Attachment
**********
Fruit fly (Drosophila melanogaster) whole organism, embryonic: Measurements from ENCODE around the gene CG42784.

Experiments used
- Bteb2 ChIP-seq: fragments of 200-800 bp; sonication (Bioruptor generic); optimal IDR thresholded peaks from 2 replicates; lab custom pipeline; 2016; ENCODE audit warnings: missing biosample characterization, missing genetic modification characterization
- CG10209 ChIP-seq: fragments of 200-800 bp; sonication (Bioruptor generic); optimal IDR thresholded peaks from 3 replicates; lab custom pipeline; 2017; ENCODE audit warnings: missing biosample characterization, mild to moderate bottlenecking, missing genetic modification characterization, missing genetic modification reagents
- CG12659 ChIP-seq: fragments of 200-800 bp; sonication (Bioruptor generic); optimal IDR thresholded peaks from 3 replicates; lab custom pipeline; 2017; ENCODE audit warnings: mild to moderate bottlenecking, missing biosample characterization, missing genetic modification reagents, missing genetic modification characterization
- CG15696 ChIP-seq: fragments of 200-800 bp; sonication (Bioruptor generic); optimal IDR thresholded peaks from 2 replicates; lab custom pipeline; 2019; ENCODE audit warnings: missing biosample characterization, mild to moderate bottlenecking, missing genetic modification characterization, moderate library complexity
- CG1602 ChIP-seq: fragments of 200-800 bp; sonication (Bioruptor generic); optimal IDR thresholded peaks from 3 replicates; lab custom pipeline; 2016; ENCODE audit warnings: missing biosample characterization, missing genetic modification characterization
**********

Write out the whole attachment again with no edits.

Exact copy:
Fruit fly (Drosophila melanogaster) whole organism, embryonic: Measurements from ENCODE around the gene CG42784.

Experiments used
- Bteb2 ChIP-seq: fragments of 200-800 bp; sonication (Bioruptor generic); optimal IDR thresholded peaks from 2 replicates; lab custom pipeline; 2016; ENCODE audit warnings: missing biosample characterization, missing genetic modification characterization
- CG10209 ChIP-seq: fragments of 200-800 bp; sonication (Bioruptor generic); optimal IDR thresholded peaks from 3 replicates; lab custom pipeline; 2017; ENCODE audit warnings: missing biosample characterization, mild to moderate bottlenecking, missing genetic modification characterization, missing genetic modification reagents
- CG12659 ChIP-seq: fragments of 200-800 bp; sonication (Bioruptor generic); optimal IDR thresholded peaks from 3 replicates; lab custom pipeline; 2017; ENCODE audit warnings: mild to moderate bottlenecking, missing biosample characterization, missing genetic modification reagents, missing genetic modification characterization
- CG15696 ChIP-seq: fragments of 200-800 bp; sonication (Bioruptor generic); optimal IDR thresholded peaks from 2 replicates; lab custom pipeline; 2019; ENCODE audit warnings: missing biosample characterization, mild to moderate bottlenecking, missing genetic modification characterization, moderate library complexity
- CG1602 ChIP-seq: fragments of 200-800 bp; sonication (Bioruptor generic); optimal IDR thresholded peaks from 3 replicates; lab custom pipeline; 2016; ENCODE audit warnings: missing biosample characterization, missing genetic modification characterization